A word of caution to longtime Parenthood fans: If you’re hoping to find traces of Julia Braverman in Erika Christensen‘s newest role, you’ll be searching for quite a while.
Aside from the fact that Christensen’s Wicked City alter ego, Betty Beaumont, has two kids, she has nothing in common with the lawyer-turned-stay-at-home-mom of NBC’s beloved dramedy — and Christensen is well aware of that.
“I definitely came to wrap my wits around the fact that Julia Braverman fans needed to be warned that Betty was very much different from her,” Christensen tells TVLine, adding with a laugh that she “definitely wanted to do something darker, and boy, did I get what I wished for.”
In the first season of Wicked City — which will be an anthology series, should it get renewed for a second go-round — Christensen’s Betty, a sociopathic nurse, teams up with manipulative murderer Kent (Gossip Girl‘s Ed Westwick) as they embark on a killing spree across the Sunset Strip in 1982 Los Angeles.
Ahead of the show’s Oct. 27 debut (ABC, 10/9c), TVLine caught up with Christensen about Betty’s tragic past, her complicated relationship with Kent and how the actress has responded to early criticism of the show’s violence against women.
TVLINE | There was almost zero time for you between the end of Parenthood and the start of Wicked City. Were you actively looking for another major TV role as Parenthood was winding down?
I actually was. I had fallen in love with doing television. I think it’s such an interesting medium, and I was ready to jump into something else and keep doing it. I’m only planning on doing a year [of Wicked City]. I don’t think that’s a spoiler. Ah! [Laughs]
TVLINE | Have there already been discussions about who would come back for a possible Season 2?
Yes, but only very casual rumors.
TVLINE | So many of your current TV fans know you as Julia Braverman, and Betty is such a departure from her. Were you ambivalent about taking on such a dark role?
At first, I was just excited. The black and white of it is Julia is such a good person, and she’s trying so hard, and Betty is so lost in the world. If I had to categorize her as a good person or a bad person, I wouldn’t necessarily categorize her as a good person. [Laughs] Even though, at first glance, she’s fairly innocuous with being a nurse and being a single mom and trying to make it all happen. But yes, [Julia and Betty] are definitely different. I am slightly concerned for the fans of Julia Braverman, but I’ll continue to warn them as it goes on.
TVLINE | We don’t see Betty as much as we see Kent in the pilot episode. Did you come up with a lot of your own backstory for her?
Yeah, absolutely. There’s a little window into that when she tells [Kent] that the father of her kid left her when she was pregnant with her second child. Basically, that was a very bad relationship, and any relationships that she had with men before that were also very bad. She really doesn’t have good taste in men up to this point, and she’s just been damaged. She’s been abused, verbally and physically, and has had a rough time with it. She’s tried to compensate and find self-value in other ways.
TVLINE | The commercials for Wicked City have focused a lot on Kent’s kinky interests. Is Betty going to become more and more attracted to his freaky side — even though she’s initially a little weirded out by it?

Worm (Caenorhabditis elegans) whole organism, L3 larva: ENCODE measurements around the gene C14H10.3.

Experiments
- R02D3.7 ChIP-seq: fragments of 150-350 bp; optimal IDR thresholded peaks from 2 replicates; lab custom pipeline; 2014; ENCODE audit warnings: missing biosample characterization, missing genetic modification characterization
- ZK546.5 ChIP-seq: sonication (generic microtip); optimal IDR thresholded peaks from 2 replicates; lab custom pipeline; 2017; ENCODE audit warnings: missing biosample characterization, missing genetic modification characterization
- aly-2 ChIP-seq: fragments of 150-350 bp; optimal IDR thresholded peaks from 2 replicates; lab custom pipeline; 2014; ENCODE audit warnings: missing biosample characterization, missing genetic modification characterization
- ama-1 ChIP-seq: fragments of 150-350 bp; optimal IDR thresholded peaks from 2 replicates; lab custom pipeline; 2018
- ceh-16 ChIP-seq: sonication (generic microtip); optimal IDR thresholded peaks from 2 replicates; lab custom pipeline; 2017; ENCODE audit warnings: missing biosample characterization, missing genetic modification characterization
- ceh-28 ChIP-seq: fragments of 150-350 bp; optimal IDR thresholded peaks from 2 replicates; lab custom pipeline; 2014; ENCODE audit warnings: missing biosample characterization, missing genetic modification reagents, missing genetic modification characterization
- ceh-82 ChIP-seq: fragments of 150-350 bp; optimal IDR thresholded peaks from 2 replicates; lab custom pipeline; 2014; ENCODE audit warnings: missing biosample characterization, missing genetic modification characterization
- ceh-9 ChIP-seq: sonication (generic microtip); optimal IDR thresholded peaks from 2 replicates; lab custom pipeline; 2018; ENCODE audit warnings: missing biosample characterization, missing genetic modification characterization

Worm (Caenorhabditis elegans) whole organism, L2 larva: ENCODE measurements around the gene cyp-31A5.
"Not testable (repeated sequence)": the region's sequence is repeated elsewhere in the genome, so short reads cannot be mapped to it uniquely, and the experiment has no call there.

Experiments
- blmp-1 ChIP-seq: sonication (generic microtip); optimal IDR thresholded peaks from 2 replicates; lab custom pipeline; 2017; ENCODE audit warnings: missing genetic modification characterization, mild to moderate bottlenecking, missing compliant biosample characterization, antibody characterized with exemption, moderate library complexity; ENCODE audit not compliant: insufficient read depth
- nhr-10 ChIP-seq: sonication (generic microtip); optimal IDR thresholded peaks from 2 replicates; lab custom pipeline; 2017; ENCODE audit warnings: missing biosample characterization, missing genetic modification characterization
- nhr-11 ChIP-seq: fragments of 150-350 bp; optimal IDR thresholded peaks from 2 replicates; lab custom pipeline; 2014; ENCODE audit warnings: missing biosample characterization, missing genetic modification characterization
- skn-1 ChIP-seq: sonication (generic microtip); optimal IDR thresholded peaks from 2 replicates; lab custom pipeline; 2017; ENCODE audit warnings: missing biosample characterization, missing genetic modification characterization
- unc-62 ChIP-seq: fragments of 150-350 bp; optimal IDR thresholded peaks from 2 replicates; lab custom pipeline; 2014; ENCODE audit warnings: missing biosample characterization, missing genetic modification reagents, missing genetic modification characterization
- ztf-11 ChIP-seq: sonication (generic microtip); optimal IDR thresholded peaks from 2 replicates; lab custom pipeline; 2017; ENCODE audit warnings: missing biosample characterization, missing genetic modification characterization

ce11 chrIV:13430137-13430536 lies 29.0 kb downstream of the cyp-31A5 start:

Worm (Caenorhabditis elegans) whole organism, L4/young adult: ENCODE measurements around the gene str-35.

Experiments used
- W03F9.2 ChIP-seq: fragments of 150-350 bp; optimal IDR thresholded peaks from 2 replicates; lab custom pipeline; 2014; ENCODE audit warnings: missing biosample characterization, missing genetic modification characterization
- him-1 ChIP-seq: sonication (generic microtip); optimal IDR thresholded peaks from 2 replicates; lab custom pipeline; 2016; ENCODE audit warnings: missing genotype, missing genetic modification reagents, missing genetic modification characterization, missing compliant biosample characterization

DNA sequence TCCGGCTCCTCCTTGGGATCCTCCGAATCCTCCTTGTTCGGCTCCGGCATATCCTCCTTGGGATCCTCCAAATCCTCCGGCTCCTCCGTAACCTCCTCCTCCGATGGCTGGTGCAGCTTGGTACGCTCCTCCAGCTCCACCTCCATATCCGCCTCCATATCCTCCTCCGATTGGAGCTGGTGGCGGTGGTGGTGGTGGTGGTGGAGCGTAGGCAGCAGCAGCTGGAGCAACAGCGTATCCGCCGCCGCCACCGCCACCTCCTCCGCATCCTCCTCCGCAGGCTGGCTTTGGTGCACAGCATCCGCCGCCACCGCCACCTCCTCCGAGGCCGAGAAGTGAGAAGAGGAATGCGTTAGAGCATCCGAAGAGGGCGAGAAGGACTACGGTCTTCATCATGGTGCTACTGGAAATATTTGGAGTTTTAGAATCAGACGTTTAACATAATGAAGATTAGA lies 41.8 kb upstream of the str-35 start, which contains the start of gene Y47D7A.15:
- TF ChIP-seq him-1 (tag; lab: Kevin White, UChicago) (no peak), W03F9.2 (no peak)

She’s so in — hook, line and sinker — as far as Kent and anything that he wants or anything that he does. She’s going to be willing to go wherever he wants to go. Obviously, sex is the first thing. It’s like, “OK! Kent wants to go new places! And Betty’s going to go with him!”
TVLINE | Might they eventually become equals in this Bonnie and Clyde-esque situation?
Certainly as of the end of the pilot episode, Kent is the leader, and will remain so for a while, for sure. Betty really has to wrap her wits around the situation that she’s getting into and come into her own, as far as making choices and owning the choices that she’s making.
TVLINE | The music of 1982 plays a big role in the series premiere, as do the nightclubs. Will it continue to be integral to the story?
It’s timeless music. We know all the music now, and even still listen to it now. But when you put it all together, it creates this context that really takes you right into the zone of 1982 on the Sunset Strip. It’s great that they’ve been sticklers about making sure that it’s all [accurate], as far as dates, which is awesome. I respect that. [The music] helps express the viewpoint of the people making the show about the things that we’re saying.
TVLINE | Wicked City had a panel at the TCA press tour in August, and there was some fuss made about violence against women, and how Wicked City might fit into today’s TV landscape. What do you make of that criticism, not only as a female, but since you’re playing a character committing said crimes?
There are so many different viewpoints that I have about it. Number one, as an audience member, I tend to like violent movies and TV shows, because it’s not real. Number two, as far as violence toward women, it is not exclusively toward women on this show. There’s definitely some violence toward men.
And then, number three, you can consider Kent the protagonist or the antagonist, depending upon how you look at it. But his own tendencies and his own viewpoints — you can’t really try and justify the actions and viewpoints of someone who’s clearly insane. It’s a moot point. It doesn’t matter. If the point is that he’s insane, then sure. We can all agree. I also trusted the Disney-owned ABC to go as far as it needed to, to have the audience understand what was happening without being completely gratuitous — and hopefully not hurting anyone, mentally, by watching the show.
Will you be tuning in to Wicked City? Any Parenthood fans curious about Christensen’s new role? Hit the comments!